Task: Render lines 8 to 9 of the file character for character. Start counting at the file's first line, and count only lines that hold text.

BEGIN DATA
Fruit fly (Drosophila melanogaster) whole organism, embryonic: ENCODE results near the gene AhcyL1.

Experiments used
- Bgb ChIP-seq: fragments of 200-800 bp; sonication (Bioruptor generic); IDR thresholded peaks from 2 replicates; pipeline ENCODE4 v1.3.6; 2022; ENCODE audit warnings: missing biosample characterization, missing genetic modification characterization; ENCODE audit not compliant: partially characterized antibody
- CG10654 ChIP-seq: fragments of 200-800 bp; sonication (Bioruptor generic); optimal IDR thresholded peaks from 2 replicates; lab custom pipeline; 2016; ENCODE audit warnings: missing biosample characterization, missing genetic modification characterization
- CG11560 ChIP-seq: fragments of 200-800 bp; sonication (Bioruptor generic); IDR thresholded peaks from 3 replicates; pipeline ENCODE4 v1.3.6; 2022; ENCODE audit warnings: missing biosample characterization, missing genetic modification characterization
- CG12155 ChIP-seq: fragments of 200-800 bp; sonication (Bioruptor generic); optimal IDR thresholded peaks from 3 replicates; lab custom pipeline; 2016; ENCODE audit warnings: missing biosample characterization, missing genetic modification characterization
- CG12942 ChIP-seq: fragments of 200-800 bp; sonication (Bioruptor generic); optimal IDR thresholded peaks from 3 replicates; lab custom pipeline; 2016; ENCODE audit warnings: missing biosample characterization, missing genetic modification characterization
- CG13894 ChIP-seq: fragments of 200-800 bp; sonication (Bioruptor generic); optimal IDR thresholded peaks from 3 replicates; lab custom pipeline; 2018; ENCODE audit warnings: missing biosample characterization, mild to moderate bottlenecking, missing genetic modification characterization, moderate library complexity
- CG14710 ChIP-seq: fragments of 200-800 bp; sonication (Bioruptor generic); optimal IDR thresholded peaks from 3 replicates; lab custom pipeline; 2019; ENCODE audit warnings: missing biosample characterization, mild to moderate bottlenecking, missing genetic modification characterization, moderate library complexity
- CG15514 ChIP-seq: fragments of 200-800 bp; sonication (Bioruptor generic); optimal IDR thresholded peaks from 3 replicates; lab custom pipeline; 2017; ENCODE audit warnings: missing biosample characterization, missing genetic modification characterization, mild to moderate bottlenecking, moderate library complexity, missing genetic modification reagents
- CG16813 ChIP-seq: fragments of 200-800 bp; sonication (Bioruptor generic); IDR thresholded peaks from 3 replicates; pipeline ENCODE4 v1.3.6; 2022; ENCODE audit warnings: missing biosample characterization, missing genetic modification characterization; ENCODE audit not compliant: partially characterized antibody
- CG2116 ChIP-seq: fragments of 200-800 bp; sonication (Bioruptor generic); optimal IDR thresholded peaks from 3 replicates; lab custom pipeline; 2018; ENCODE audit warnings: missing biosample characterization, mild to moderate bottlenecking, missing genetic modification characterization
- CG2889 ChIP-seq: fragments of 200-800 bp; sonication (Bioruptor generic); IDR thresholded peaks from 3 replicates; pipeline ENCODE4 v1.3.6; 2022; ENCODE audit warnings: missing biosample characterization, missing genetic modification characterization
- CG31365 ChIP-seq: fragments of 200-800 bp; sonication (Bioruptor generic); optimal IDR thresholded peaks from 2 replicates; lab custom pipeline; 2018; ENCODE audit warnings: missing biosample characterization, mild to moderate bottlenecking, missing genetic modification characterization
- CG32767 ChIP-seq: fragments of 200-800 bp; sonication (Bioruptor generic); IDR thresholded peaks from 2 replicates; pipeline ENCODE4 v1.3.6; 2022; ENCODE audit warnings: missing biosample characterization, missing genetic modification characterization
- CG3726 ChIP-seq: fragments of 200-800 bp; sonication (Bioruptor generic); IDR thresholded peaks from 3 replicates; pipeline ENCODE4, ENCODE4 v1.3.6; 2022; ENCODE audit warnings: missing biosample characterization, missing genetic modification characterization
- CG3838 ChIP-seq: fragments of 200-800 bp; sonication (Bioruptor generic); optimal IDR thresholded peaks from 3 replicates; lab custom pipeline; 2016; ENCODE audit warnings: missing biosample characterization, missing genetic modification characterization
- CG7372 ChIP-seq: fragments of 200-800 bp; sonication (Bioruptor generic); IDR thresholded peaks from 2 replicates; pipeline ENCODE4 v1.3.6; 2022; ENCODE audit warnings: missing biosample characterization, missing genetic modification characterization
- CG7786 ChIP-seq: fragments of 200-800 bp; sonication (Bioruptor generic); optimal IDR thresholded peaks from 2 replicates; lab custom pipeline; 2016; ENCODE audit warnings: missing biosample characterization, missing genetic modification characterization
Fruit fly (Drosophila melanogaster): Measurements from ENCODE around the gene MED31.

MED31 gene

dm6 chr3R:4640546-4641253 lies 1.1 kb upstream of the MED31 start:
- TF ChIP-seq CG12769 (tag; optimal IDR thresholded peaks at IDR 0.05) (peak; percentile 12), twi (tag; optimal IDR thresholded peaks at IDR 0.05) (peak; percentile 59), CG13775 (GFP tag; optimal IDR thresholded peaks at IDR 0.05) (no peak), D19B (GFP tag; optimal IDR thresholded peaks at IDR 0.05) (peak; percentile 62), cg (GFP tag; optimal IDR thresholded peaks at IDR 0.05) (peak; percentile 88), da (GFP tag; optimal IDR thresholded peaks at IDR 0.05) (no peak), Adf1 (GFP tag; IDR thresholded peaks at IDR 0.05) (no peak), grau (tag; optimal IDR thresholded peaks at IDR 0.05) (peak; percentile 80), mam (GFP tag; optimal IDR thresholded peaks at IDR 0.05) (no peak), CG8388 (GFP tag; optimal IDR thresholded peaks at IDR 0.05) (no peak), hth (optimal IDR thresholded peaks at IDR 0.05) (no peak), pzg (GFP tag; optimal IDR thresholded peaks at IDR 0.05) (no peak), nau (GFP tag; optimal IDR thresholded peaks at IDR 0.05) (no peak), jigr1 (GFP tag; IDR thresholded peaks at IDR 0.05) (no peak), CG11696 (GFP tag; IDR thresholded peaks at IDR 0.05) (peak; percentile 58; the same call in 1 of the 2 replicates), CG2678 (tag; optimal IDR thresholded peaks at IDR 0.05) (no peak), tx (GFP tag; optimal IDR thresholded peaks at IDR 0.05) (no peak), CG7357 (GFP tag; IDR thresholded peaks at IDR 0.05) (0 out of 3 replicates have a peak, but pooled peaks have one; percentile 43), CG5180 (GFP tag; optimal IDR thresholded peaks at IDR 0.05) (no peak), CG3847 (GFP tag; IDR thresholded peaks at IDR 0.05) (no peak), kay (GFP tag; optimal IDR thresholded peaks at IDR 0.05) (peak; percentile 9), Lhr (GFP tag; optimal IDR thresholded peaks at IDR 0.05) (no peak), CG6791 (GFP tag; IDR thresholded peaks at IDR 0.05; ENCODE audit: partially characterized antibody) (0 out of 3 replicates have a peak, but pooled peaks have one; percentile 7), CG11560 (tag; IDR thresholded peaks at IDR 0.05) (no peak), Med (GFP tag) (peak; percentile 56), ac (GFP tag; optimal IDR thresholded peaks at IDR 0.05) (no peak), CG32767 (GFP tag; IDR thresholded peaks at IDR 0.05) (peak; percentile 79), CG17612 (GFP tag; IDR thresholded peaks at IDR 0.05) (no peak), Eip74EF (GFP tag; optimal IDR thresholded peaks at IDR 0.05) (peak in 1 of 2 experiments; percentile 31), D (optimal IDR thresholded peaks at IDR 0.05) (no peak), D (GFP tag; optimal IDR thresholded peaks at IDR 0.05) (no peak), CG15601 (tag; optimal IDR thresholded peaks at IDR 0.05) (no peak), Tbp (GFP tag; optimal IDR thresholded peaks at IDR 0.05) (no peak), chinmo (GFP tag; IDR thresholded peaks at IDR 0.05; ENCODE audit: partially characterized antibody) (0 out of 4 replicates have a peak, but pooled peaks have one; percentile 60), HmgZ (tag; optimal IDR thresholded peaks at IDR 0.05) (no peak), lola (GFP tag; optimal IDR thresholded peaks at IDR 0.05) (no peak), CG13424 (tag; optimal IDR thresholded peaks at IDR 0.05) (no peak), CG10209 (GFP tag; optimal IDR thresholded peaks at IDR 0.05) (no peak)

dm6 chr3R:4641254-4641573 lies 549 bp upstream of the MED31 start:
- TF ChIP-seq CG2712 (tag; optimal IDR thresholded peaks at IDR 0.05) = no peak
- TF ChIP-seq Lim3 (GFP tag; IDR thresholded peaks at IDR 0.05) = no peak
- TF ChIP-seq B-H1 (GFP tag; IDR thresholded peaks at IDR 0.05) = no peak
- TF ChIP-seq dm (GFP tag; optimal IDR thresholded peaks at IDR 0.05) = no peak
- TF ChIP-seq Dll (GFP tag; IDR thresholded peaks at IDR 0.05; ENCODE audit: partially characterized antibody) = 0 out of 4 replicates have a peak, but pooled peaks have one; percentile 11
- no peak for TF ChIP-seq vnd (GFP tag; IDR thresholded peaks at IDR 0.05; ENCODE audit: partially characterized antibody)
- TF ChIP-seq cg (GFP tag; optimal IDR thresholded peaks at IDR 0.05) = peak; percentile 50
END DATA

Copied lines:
- CG13894 ChIP-seq: fragments of 200-800 bp; sonication (Bioruptor generic); optimal IDR thresholded peaks from 3 replicates; lab custom pipeline; 2018; ENCODE audit warnings: missing biosample characterization, mild to moderate bottlenecking, missing genetic modification characterization, moderate library complexity
- CG14710 ChIP-seq: fragments of 200-800 bp; sonication (Bioruptor generic); optimal IDR thresholded peaks from 3 replicates; lab custom pipeline; 2019; ENCODE audit warnings: missing biosample characterization, mild to moderate bottlenecking, missing genetic modification characterization, moderate library complexity